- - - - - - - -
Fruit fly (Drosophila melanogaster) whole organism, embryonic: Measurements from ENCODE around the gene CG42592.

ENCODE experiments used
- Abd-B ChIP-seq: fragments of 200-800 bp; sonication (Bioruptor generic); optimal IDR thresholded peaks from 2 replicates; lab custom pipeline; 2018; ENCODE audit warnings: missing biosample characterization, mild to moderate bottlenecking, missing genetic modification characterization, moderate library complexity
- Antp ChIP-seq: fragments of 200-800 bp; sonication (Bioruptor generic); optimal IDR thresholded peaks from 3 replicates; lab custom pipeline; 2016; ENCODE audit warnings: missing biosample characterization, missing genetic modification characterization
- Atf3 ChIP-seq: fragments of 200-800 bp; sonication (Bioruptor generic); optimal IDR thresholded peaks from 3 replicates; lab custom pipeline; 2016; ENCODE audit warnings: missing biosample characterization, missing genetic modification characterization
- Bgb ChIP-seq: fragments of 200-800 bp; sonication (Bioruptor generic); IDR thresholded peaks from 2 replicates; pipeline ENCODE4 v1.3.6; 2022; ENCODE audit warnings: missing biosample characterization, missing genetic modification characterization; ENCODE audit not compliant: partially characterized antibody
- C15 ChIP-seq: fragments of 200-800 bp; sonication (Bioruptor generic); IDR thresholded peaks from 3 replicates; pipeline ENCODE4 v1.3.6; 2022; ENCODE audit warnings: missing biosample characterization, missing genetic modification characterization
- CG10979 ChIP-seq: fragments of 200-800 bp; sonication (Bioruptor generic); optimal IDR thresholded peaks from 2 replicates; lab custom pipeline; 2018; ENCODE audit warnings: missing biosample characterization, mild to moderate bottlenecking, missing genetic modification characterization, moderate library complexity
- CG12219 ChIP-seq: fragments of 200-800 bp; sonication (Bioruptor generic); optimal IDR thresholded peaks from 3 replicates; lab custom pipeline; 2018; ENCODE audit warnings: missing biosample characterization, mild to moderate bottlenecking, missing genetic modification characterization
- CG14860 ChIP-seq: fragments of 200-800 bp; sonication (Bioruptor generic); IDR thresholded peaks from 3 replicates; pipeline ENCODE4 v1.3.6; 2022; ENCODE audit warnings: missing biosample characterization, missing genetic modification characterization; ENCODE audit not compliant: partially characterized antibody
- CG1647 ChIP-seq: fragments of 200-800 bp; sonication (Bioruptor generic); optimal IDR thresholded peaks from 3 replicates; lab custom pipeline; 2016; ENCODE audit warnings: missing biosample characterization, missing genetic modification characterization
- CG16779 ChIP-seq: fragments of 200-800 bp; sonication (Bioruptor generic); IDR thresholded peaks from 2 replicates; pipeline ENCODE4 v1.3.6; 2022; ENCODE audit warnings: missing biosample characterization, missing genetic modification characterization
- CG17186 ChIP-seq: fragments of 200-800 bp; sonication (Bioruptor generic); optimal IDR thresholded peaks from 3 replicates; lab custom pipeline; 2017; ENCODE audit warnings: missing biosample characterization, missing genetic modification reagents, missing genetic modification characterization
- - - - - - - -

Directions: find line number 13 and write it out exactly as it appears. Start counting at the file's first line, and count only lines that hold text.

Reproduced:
- CG17186 ChIP-seq: fragments of 200-800 bp; sonication (Bioruptor generic); optimal IDR thresholded peaks from 3 replicates; lab custom pipeline; 2017; ENCODE audit warnings: missing biosample characterization, missing genetic modification reagents, missing genetic modification characterization